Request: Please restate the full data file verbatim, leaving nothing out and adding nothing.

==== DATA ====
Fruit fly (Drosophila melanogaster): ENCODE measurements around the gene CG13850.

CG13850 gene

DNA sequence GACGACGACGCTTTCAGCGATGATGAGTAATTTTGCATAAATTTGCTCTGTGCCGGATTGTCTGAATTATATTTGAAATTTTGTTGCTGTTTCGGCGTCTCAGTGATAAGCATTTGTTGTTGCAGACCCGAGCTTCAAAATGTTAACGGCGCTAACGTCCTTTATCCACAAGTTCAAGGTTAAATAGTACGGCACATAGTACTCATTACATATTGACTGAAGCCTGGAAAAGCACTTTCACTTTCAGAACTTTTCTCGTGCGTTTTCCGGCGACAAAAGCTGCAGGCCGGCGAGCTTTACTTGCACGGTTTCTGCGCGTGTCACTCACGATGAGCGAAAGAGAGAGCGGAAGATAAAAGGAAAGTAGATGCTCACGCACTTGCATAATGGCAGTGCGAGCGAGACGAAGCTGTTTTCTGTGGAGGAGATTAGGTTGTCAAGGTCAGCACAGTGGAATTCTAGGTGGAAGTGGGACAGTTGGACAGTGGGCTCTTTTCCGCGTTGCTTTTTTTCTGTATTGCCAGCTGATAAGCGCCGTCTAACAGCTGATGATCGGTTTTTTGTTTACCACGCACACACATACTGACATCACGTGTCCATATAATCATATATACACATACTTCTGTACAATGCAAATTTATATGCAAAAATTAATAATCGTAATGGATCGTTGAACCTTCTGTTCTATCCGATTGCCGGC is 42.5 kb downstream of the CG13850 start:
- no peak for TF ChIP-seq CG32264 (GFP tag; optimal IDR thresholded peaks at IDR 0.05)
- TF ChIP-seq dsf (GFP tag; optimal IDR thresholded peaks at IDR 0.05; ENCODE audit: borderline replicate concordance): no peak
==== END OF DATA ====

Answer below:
Fruit fly (Drosophila melanogaster): ENCODE measurements around the gene CG13850.

CG13850 gene

DNA sequence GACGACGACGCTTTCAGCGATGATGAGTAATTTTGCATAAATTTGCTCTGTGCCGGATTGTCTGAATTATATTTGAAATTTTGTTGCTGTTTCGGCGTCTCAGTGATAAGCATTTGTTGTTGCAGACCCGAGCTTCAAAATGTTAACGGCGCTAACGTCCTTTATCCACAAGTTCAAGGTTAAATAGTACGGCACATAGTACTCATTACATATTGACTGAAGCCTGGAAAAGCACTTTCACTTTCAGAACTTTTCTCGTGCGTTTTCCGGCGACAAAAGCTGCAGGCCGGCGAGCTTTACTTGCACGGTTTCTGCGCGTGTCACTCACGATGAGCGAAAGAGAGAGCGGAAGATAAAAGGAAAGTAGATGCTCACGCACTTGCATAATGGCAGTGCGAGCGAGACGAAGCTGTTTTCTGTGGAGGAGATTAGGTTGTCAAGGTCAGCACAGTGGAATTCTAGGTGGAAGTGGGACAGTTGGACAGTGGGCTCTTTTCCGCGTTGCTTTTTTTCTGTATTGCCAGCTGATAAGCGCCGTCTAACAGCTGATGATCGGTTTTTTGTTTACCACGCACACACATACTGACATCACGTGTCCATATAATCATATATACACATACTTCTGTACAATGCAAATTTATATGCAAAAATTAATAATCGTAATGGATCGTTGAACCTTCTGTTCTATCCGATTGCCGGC is 42.5 kb downstream of the CG13850 start:
- no peak for TF ChIP-seq CG32264 (GFP tag; optimal IDR thresholded peaks at IDR 0.05)
- TF ChIP-seq dsf (GFP tag; optimal IDR thresholded peaks at IDR 0.05; ENCODE audit: borderline replicate concordance): no peak